Sibling Assignment #19: Gardening Disasters

The sibling writing assignment this week is “A Gardening Disaster”. You will find my siblings’ assignments here now and here soon. Since the three of us have done our share of gardening and watched a brown yard turn into a gardening marvel at our childhood home, but along with plentiful harvests come disasters. I had to share more than one. As I began to embrace gardening seriously many organic tips were passed on to me. I also took on the role of “ the garden pruner” back then. Alas, disasters occurred.
Gardening Disaster #1: Deer Deterrent.
When we saw the remains of some chrysanthemums one fall day we knew the deer had enjoyed a midnight snack. We decided to fight back. Wisely I didn’t use the raw egg/ pepper mixture because I read it may attract skunks. Another seasoned gardener said Irish Spring soap was the answer. We hung bars of the strong smelling soap on bushes, trees, and the fence close to the gate the deer jumped over. After a few days we figured out it wasn’t going to work. Every time we turned around one of our dogs was spitting and foaming at the mouth as a bar of Irish Spring came flying out it bits and pieces.
“No Emily… it is not a loaf of bread.”
“ No Lucy, it will not help with the odor of the dead animal you rolled in.”
“ It is okay Bluey… you didn’t need to wash your mouth out with soap.”
While picking up pieces of soap we knew there were deer in the bushes grinning. The rest of the mum blossoms were gone the next day and I got a bit tired of the dogs carrying in that “fresh, clean feeling of an Irish countryside” on their breath.
Gardening Disaster #2: Soil Amendments and Dogs
As you have often read on this blog I had to do serious soil amending when I began gardening. Did Mr. Organic Gardener Rodale not have dogs? Lessons were learned the hard way as we tried enriching our soil. Bone meal is an excellent amendment to add to the soil when planting bulbs. It is also suggested to add it again after the bulbs bloom in the spring. With three dogs that thought this amendment was a bone they buried the fall before, we kissed our tulips good-bye. Our dogs had bulbs up out of the soil, moved to new locations, and missing in one day. Yes, I know some bulbs are poisonous. Our dogs seemed to fare well. It was not surprising when tulips popped up the following spring behind the wood shed. As least they didn’t smell like Irish Spring!
Gardening Disaster #3: Inland Empire Girl, Pruning Shears, and dear Virginia
To add color to our gardens early on JEJ wanted to plant vines. As vines grew up posts, trees, and rails they added color and variety to the space. He loved Virginia Creepers, but this vine had a hard time getting started up the trees. One spring day I was deadheading flowers and pruning dead branches when I snipped the Virginia Creeper. He had been training that creeper for weeks to grow up the pine tree. All that was left was a little sprout and a couple of leaves. Yikes! I had to think fast. My mind raced as I asked, “ Do I get duct tape, fix it and hope he doesn’t notice? Can I try grafting it together in some way? Would a big pot in front of it cover the damage?”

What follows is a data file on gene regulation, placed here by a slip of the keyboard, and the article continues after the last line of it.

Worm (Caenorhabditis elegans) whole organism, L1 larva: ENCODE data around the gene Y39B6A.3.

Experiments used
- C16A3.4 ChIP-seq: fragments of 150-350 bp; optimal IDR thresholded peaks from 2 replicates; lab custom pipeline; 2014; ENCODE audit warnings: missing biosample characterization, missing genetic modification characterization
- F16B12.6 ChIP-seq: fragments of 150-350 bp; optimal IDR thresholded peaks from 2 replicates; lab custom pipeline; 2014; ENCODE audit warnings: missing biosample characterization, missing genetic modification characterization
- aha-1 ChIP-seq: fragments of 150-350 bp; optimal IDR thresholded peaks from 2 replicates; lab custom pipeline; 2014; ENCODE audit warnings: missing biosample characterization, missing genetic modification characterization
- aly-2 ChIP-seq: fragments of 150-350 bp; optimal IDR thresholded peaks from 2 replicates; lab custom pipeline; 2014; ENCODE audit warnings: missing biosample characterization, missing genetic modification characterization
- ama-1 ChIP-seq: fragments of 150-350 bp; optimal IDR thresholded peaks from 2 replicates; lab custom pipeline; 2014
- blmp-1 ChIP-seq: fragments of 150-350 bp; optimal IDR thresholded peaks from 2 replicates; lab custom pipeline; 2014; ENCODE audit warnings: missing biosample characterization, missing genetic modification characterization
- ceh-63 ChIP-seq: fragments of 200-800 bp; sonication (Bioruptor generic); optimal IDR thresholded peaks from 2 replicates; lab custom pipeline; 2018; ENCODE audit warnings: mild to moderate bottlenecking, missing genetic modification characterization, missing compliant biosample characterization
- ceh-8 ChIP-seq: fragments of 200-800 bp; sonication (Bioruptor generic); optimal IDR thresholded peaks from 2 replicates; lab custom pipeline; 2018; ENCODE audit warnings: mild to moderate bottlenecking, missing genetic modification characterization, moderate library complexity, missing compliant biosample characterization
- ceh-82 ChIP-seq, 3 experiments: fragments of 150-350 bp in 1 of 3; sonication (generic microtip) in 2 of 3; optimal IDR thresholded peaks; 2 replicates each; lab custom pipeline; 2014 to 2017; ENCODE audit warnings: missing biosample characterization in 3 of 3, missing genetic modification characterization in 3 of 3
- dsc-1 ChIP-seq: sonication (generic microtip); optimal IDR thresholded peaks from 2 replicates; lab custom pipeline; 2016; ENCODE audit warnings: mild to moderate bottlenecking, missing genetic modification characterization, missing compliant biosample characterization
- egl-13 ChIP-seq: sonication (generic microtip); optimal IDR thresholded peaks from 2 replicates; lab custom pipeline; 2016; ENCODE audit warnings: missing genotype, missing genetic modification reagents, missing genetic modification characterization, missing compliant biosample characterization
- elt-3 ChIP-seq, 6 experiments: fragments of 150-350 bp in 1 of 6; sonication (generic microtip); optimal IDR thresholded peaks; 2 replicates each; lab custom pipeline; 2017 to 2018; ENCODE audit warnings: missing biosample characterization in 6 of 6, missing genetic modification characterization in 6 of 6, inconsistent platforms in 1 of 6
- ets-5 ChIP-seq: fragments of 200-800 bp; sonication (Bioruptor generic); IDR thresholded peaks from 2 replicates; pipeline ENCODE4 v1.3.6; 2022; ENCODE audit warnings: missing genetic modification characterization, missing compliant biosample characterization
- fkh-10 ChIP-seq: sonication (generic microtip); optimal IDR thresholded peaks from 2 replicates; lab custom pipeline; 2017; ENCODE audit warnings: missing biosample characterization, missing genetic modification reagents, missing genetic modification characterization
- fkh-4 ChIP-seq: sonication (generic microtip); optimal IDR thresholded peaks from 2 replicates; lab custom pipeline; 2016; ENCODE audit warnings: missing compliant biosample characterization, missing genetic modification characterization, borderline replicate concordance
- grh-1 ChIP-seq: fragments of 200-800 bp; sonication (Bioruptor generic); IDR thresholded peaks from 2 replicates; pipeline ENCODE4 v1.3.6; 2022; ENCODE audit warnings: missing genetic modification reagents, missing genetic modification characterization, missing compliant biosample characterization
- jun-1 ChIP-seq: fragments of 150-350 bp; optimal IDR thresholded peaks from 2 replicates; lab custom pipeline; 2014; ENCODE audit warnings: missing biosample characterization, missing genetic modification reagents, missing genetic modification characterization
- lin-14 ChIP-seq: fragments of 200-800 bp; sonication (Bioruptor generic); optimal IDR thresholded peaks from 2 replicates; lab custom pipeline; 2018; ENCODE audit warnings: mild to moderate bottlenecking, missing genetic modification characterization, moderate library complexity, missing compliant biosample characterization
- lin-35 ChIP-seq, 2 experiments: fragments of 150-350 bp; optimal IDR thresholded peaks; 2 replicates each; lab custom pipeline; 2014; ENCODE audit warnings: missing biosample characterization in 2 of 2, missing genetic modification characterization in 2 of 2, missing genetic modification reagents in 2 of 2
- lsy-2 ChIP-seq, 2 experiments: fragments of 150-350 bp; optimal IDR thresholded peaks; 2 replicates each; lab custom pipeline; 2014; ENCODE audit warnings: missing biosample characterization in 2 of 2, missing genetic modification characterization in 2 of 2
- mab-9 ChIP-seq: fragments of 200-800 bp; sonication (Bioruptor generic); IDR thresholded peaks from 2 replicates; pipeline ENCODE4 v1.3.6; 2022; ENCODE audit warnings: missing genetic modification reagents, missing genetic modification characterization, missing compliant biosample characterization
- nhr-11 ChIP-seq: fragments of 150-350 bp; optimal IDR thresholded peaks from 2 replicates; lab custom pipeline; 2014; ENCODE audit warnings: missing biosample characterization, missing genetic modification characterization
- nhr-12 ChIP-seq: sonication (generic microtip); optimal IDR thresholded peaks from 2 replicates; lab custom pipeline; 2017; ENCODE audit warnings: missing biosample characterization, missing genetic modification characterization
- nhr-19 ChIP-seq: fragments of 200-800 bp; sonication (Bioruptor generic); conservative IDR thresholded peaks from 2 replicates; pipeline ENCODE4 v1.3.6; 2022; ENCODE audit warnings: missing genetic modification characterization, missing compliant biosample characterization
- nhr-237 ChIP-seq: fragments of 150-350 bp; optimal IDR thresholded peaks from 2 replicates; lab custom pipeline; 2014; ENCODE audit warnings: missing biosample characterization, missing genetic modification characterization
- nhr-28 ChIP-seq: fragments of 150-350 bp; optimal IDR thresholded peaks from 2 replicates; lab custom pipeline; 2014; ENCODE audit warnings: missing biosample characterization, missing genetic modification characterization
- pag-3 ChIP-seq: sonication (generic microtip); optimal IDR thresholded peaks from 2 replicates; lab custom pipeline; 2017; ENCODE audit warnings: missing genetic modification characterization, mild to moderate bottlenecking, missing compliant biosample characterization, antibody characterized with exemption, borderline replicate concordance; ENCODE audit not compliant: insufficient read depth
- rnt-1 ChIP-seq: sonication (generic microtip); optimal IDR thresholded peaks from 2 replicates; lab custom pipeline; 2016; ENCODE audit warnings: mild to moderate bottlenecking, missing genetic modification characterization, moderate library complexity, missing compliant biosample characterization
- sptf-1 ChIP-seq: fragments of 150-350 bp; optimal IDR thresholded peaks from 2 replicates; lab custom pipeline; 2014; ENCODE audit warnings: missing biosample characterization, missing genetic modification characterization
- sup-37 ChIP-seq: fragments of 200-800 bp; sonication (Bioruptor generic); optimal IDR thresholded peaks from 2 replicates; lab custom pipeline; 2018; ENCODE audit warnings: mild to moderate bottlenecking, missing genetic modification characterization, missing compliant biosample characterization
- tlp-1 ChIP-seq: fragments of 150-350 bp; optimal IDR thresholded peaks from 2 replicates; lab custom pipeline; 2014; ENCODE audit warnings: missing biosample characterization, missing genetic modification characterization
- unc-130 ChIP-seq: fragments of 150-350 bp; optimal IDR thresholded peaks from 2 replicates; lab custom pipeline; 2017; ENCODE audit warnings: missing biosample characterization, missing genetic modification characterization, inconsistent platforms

I kept up with my garden chores that afternoon watching the snipped part go limp. JEJ walked up to his dear vine and gasped. “What happened to my Virginia Creeper?” I looked at him sheepishly.
“I was deadheading the Dame’s Rockets and accidentally beheaded Virginia. The pruning shears just slipped!” Believe it or not that vine has crept all the way up that pine tree now. “You just can’t keep a good creeper down", quoted my husband. Whew!

The Virginia Creeper on the tree in our yard today!


  1. We don't have a deer problem here. I shouldn't have said that. And the Chows have never been interested in bone meal. Maybe because all our beds are raised and of a soil blend? Already the soil is phoney so they don't even bother with the bone meal? dunno. Virginia Creeper: omi! that pruning probably gave it heart. to go along with its guts. and blood. :)

  2. Our deer problem has gone away since two neighbors removed their feeders and our younger dogs we have now are a bit more spirited! The raised beds probably help you. We only have raised beds in one garden. Also, your chows are probably better behaved.

  3. Laughed about your dogs eating the Irish Spring Soap. I can just imagine the foamy mouths. At least they don't eat plastic grocery bags like my sister's dogs. (My brother-in-law usually has to help the dogs rid themselves of the bags - since they don't exit well on their own. - Yea, Too Much Information!)

    Back to Irish Spring soap. . .I dated a guy for a while that used Irish Spring, it was so strong. . .it lingered on his skin all day. I have never been able to bring myself to buy it since. (It makes my nose itch just to think of the smell.)

  4. You know, I was thinking about the Irish Spring when I ended that part- perhaps adding a guy coming out of a locker room or something because I had the same experience. I hate the smell and am glad my husband doesn't use it! It is strong! That is why it is supposed to work for deer. :)

  5. So did you just give up on your deer problem after that, or find some new deterrent?

    "You just can't keep a good creeper down." As a native of kudzu country, I'll vouch for that! Yikes! (Although I guess that would be a "bad" creeper...)

  6. Katina-
    We have fencing that usually helps deter the deer. We haven't had as many in the yard now. Our younger dogs now tend to deter them more than our old girls did.

  7. Oops... I meant Katrina... I also now a Katina. :)


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